The drumbeat for regulating artificial intelligence (AI) is growing louder. Earlier this week, Sundar Pichai, the CEO of Google's parent company, Alphabet, became the latest high-profile Silicon Valley figure to call for governments to put guardrails around technologies that use huge amounts of (sometimes personal) data to teach computers how to identify faces, make decisions about mortgage applications, and myriad other tasks that previously relied on human brainpower.

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January 27 marks 75 years since the liberation of Auschwitz-Birkenau, the largest Nazi extermination camp. But even as some 40 heads of state gathered in Jerusalem this week to commemorate the six million Jews who were killed, a recent Pew survey revealed that many American adults don't know basic facts about the ethnic cleansing of Europe's Jews during the Second World War. Fewer than half of those polled knew how many Jews were killed in the Holocaust, and close to a third didn't know when it actually happened. Here's a look at some of the numbers.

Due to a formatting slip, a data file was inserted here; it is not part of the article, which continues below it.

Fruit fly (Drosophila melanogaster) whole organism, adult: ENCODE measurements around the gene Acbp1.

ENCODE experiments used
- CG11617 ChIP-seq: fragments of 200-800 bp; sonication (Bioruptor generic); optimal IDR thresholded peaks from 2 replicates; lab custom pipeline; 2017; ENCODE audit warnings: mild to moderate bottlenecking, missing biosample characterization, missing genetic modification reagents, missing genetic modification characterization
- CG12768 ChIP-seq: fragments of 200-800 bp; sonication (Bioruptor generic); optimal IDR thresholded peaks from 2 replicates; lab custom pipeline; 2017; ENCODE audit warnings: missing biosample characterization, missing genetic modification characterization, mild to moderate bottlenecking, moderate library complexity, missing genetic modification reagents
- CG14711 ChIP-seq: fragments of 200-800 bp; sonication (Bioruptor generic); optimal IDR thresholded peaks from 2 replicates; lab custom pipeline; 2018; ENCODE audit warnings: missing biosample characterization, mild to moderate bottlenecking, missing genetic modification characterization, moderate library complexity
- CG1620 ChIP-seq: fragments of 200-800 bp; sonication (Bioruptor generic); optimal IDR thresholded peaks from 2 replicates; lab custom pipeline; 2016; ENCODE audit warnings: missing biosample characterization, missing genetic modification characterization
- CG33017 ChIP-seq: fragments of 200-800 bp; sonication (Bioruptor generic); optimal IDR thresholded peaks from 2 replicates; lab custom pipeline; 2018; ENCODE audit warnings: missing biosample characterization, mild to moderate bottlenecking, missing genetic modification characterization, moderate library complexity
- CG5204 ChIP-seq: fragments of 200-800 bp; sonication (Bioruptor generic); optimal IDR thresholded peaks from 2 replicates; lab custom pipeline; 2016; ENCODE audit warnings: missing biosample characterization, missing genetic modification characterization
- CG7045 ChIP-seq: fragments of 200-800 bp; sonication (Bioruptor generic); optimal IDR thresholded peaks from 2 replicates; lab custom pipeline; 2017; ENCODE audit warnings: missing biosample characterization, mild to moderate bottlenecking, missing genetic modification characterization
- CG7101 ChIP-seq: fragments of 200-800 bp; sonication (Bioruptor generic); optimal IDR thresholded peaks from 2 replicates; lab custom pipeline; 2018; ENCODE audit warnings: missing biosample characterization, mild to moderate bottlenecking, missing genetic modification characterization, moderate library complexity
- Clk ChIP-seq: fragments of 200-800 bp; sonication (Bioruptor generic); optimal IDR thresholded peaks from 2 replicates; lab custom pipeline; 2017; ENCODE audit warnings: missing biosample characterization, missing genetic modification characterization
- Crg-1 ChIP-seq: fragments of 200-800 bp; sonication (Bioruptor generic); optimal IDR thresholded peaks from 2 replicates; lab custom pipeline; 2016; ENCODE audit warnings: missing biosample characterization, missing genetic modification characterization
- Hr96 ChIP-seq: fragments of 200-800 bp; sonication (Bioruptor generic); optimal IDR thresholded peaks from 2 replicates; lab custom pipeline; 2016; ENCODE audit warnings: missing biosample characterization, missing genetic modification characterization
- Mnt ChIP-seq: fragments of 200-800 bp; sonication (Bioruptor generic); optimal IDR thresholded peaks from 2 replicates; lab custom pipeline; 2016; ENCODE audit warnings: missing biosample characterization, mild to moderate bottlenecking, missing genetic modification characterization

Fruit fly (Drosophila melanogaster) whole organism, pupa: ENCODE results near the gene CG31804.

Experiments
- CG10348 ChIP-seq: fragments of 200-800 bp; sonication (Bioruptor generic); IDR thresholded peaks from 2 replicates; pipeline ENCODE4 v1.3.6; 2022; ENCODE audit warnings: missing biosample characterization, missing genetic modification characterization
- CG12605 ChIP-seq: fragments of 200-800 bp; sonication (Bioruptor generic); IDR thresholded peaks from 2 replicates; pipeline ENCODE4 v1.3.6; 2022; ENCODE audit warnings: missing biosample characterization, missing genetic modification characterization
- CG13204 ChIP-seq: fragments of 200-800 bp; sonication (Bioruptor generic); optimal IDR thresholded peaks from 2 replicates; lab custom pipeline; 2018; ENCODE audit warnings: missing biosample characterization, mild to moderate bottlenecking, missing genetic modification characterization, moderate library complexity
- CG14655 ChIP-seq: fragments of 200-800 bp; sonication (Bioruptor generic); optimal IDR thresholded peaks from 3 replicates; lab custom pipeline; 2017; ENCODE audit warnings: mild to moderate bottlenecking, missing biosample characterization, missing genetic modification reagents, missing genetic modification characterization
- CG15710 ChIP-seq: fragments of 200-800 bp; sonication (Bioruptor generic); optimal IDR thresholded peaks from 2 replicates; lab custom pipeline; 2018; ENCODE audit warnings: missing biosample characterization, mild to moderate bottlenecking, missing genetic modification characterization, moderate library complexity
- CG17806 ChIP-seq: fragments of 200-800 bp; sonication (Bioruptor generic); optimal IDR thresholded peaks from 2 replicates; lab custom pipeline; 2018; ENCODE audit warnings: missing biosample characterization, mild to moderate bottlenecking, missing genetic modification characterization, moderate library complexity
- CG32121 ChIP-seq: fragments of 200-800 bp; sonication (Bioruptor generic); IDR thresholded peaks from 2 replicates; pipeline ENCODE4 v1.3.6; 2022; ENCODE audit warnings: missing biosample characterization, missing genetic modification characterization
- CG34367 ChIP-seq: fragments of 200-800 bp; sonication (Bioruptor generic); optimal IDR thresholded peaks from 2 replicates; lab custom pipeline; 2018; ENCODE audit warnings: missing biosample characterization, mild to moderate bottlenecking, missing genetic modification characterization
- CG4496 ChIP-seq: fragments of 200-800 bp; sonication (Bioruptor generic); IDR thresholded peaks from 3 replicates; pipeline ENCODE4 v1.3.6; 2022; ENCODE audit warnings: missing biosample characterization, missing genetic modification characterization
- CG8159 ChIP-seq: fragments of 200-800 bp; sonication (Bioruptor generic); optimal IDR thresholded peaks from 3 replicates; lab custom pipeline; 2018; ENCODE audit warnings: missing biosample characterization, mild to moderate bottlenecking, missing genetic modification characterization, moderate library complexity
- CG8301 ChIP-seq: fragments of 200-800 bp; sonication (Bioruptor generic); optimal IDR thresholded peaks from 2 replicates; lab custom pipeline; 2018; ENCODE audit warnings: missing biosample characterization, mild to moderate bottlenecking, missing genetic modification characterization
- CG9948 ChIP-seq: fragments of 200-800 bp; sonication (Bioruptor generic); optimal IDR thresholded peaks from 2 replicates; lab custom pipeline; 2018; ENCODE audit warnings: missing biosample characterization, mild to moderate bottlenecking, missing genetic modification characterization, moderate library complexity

1: The Greek parliament has elected a woman president for the first time since the country's independence some 200 years ago. A political outsider, Katerina Sakellaropoulou is a high court judge with no known party affiliation. "Our country enters the third decade of the 21st century with more optimism," Greece's prime minister said.

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A quarantine in China– Local authorities have locked down the city of Wuhan, the source of the outbreak of a new and potentially deadly respiratory virus that, as of Thursday morning, had infected more than 540 people in at least six countries. Other nearby cities were also hit by travel restrictions. Rail and air traffic out of Wuhan has been halted. Public transportation is shut, and local officials are urging everyone to stay put unless they have a special need to travel. Wuhan is a city of 11 million people, many of whom were about to travel for the Chinese New Year. We're watching to see whether these extraordinary measures help stem the outbreak, but also to see how the people affected respond to the clampdown.